A National Labor Relations Board hearing officer has recommended that the board reject a union election at an Amazon warehouse in Bessemer, Alabama.
The union announced the recommendation on Monday, and Amazon quickly announced it was taking steps to ensure the original election result stands.
The Hearing Officer’s recommendation for a new election will be examined by the agency’s incumbent regional director, who will make a decision on the case in the coming weeks. If the regional director decides against Amazon, the company can appeal to the Washington employment office.
The union campaign at the camp, which included more than 5,000 eligible workers, was the highest profile domestic organizing effort to date at Amazon, which has a history of aggressive deterrence of worker activism.
The challenge from the union, the retail, wholesale and department store union, accused Amazon of engaging in unfair labor practices to discourage workers from union formation.
“During the NLRB hearing, we heard compelling evidence of Amazon trying to illegally disturb and intimidate workers as they tried to exercise their right to unionize,” said Stuart Appelbaum, the union’s president, in a statement. “We support the hearing officer’s recommendation that the NLRB put the election results aside and conduct a new election.”
The union first submitted documents for the election in November and the vote took place by mail between early February and late March.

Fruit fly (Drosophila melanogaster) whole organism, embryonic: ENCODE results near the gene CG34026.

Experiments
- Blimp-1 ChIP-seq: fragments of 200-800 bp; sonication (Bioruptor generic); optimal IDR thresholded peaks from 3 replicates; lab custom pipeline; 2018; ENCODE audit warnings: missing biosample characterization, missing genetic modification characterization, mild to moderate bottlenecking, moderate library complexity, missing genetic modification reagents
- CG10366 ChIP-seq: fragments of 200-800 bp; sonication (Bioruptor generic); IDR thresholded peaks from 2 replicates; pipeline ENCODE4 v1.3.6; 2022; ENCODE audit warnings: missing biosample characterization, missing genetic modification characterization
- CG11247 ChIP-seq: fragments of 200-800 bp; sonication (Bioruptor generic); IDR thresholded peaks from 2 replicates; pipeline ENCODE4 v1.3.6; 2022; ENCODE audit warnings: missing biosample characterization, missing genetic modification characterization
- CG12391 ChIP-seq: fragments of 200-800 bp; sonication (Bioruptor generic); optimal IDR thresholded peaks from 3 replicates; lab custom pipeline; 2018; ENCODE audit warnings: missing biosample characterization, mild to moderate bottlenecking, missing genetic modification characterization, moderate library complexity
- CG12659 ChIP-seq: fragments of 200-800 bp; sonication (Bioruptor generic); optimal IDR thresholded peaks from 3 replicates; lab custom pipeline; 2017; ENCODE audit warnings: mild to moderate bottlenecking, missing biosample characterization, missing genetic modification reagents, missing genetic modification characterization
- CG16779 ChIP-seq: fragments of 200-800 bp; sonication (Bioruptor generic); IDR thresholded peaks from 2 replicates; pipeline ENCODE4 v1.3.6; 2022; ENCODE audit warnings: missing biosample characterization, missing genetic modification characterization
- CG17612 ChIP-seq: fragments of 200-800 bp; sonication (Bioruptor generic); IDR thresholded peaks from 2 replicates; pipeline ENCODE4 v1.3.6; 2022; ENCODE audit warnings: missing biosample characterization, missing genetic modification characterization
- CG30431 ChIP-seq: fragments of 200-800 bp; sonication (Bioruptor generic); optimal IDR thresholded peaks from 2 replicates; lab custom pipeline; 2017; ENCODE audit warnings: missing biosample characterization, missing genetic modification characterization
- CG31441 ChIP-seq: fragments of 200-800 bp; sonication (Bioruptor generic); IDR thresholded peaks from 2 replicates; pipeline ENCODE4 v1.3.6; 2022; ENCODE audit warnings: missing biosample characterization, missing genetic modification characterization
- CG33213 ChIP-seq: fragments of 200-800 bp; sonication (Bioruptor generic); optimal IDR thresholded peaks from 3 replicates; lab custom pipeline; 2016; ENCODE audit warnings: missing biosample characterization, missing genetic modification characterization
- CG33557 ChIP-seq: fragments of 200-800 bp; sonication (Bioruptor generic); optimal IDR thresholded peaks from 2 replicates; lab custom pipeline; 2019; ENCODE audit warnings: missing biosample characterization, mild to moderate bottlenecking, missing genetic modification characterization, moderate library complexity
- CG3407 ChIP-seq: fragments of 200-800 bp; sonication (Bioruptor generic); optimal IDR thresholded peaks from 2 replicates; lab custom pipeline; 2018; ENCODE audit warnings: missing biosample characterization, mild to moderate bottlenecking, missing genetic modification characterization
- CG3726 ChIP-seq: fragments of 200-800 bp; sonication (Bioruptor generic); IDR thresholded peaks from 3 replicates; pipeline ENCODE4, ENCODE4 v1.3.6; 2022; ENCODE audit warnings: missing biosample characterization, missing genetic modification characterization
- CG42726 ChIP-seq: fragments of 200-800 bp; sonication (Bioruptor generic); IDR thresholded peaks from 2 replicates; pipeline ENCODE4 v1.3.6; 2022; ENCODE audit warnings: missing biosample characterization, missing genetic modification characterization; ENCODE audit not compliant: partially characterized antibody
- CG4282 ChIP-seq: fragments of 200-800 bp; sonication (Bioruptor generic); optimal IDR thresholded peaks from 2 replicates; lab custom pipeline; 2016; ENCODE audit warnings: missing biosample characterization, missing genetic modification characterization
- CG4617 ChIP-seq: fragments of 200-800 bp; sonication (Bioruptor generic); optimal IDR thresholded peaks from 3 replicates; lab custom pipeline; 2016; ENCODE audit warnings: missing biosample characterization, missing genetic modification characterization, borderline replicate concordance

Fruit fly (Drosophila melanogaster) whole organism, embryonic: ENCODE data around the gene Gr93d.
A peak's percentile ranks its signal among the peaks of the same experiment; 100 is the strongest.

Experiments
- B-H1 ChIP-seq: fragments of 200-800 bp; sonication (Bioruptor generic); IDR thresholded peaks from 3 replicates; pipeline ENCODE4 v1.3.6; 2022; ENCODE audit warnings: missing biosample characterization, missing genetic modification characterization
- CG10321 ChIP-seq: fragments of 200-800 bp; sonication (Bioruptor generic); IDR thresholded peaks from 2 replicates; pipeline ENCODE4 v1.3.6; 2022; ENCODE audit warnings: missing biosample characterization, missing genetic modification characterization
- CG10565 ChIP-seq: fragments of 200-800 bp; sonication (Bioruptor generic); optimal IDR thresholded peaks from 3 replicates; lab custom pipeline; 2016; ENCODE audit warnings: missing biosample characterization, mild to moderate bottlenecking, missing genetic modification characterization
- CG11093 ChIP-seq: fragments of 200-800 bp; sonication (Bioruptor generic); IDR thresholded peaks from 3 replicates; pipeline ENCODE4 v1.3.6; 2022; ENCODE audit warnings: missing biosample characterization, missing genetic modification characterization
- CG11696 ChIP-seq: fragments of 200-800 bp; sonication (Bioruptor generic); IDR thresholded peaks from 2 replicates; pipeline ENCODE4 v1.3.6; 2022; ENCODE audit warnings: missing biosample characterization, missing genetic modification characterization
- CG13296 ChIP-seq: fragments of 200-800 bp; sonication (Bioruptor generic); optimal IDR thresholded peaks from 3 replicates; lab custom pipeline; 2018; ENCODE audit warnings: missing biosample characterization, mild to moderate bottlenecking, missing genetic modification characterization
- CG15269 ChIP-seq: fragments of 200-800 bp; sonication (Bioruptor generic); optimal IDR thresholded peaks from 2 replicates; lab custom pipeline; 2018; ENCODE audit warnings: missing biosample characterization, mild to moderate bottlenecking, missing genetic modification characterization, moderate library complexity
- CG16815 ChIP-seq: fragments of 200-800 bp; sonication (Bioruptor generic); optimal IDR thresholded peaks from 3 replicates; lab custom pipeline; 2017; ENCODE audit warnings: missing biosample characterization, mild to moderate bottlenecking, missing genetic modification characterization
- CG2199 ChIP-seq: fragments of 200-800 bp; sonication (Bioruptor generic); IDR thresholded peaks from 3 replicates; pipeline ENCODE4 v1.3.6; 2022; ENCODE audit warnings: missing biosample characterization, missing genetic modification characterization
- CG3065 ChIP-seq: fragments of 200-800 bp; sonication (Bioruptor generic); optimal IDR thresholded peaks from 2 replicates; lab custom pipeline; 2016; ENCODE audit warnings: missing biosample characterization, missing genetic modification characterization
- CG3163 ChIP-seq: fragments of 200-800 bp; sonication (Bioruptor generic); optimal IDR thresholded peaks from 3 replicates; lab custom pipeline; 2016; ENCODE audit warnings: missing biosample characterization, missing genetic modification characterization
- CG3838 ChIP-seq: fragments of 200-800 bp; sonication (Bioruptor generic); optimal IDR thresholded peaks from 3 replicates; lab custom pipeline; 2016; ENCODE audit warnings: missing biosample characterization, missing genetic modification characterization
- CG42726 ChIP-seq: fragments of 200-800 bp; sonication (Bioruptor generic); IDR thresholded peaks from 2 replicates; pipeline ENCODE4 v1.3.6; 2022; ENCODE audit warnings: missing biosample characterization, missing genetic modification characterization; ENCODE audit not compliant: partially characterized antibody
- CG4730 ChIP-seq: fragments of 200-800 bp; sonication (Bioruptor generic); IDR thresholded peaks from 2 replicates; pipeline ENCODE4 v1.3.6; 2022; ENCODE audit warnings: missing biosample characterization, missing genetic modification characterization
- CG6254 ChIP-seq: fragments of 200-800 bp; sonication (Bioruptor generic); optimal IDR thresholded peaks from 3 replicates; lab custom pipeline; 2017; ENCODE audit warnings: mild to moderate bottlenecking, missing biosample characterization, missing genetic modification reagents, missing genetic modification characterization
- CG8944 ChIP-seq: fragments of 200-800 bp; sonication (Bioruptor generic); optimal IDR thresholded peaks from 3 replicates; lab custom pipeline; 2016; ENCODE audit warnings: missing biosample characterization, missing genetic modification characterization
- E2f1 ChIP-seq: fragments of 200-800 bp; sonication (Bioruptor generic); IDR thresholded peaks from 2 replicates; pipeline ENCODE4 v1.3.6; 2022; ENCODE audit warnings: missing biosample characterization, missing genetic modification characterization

During the campaign, the union complained that the company intimidated and threatened workers.
Amazon denied the allegations and continues to do so.
“Our employees had the chance to be heard at a noisy time when all kinds of voices were pouring into the national debate, and at the end of the day they overwhelmingly voted in favor of a direct connection with their managers,” an Amazon The spokeswoman said in a statement on Monday. “Your voice should be heard above all, and we plan to appeal for it.”
Wilma B. Liebman, chairman of President Barack Obama’s working committee, said regional directors typically followed the advice of the hearing officers in such cases.
About a week after the Working Committee announced the results in April, the union formally objected to the holding of the elections and asked the board to overturn them. An official from the panel held hearings over three weeks during which both sides called and questioned witnesses.
The unions’ objection alleged that Amazon consultants and employee relations managers created an atmosphere of fear by identifying and removing workers from mandatory anti-union gatherings when interviewing company officials, and by telling employees they were risking the loss of Salary, benefits, or even their job if a union is formed.
The union also alleged that Amazon consultants and managers illegally asked workers how they wanted to vote and that Amazon fired a union supporter for distributing union cards. The company is said to have taken several measures – such as increasing wages and giving away goods – to ease pressure on a union. It is illegal to take such action once a union campaign is underway.
The unions’ objection was heavily focused on a collection box on site, which Amazon had repeatedly urged the US Post to install shortly before the start of the vote. The union said the box was not approved by the labor exchange. Amazon has said that it pushed for the box to make it easier for employees to vote and that it doesn’t have access to the ballot papers that workers put in it.
The union argued that the presence of the collection box gave workers the impression that Amazon was monitoring who and possibly even how they were voting.
It is not clear whether the union would improve its performance if the elections were repeated. Labor law allows companies to hold mandatory anti-union meetings on a regular basis, and Retail Workers President Mr. Appelbaum said the high turnover in the warehouse was a significant drag on the union campaign.